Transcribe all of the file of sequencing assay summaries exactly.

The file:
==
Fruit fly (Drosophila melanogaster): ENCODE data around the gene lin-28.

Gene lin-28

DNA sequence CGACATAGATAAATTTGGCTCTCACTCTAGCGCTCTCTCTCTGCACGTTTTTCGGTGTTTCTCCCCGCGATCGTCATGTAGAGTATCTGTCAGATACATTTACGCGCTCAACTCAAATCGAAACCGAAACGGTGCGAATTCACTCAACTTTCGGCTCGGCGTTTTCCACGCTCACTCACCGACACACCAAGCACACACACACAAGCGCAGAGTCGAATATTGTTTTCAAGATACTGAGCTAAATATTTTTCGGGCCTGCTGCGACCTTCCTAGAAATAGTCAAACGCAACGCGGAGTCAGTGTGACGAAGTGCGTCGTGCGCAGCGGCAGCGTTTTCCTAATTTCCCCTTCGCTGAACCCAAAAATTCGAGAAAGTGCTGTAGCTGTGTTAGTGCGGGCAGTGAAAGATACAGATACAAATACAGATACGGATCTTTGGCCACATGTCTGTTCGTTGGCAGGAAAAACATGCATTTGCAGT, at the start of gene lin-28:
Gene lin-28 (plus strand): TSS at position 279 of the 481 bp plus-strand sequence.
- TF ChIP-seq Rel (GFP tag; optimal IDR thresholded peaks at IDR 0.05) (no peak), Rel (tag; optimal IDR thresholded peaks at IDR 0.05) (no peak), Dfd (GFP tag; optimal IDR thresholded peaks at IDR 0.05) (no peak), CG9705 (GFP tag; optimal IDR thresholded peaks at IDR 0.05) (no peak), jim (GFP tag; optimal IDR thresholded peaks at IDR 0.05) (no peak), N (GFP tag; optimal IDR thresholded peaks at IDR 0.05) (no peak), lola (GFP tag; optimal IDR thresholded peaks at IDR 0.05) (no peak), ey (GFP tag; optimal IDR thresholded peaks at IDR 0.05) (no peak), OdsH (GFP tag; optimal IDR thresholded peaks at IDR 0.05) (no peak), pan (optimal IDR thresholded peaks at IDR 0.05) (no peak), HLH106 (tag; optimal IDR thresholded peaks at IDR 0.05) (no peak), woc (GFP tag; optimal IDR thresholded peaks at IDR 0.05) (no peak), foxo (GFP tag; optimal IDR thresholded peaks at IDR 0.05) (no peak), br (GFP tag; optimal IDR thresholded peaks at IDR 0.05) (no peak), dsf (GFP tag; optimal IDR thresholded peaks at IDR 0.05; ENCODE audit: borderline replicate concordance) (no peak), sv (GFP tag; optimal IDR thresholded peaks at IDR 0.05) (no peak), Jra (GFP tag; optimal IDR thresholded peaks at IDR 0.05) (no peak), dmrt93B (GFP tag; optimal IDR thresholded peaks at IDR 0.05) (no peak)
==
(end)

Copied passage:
Fruit fly (Drosophila melanogaster): ENCODE data around the gene lin-28.

Gene lin-28

DNA sequence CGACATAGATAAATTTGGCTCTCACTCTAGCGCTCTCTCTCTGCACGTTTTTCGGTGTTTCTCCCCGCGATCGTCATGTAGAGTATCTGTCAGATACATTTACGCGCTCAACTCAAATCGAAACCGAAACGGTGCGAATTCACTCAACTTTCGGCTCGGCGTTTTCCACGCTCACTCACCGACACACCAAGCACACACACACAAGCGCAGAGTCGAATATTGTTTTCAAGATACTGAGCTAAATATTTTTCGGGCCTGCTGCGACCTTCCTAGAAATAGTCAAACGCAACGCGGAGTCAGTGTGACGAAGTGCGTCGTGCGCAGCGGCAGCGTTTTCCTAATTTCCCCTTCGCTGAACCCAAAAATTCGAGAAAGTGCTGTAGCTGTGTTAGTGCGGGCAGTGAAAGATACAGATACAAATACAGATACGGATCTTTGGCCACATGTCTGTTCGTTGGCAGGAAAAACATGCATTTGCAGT, at the start of gene lin-28:
Gene lin-28 (plus strand): TSS at position 279 of the 481 bp plus-strand sequence.
- TF ChIP-seq Rel (GFP tag; optimal IDR thresholded peaks at IDR 0.05) (no peak), Rel (tag; optimal IDR thresholded peaks at IDR 0.05) (no peak), Dfd (GFP tag; optimal IDR thresholded peaks at IDR 0.05) (no peak), CG9705 (GFP tag; optimal IDR thresholded peaks at IDR 0.05) (no peak), jim (GFP tag; optimal IDR thresholded peaks at IDR 0.05) (no peak), N (GFP tag; optimal IDR thresholded peaks at IDR 0.05) (no peak), lola (GFP tag; optimal IDR thresholded peaks at IDR 0.05) (no peak), ey (GFP tag; optimal IDR thresholded peaks at IDR 0.05) (no peak), OdsH (GFP tag; optimal IDR thresholded peaks at IDR 0.05) (no peak), pan (optimal IDR thresholded peaks at IDR 0.05) (no peak), HLH106 (tag; optimal IDR thresholded peaks at IDR 0.05) (no peak), woc (GFP tag; optimal IDR thresholded peaks at IDR 0.05) (no peak), foxo (GFP tag; optimal IDR thresholded peaks at IDR 0.05) (no peak), br (GFP tag; optimal IDR thresholded peaks at IDR 0.05) (no peak), dsf (GFP tag; optimal IDR thresholded peaks at IDR 0.05; ENCODE audit: borderline replicate concordance) (no peak), sv (GFP tag; optimal IDR thresholded peaks at IDR 0.05) (no peak), Jra (GFP tag; optimal IDR thresholded peaks at IDR 0.05) (no peak), dmrt93B (GFP tag; optimal IDR thresholded peaks at IDR 0.05) (no peak)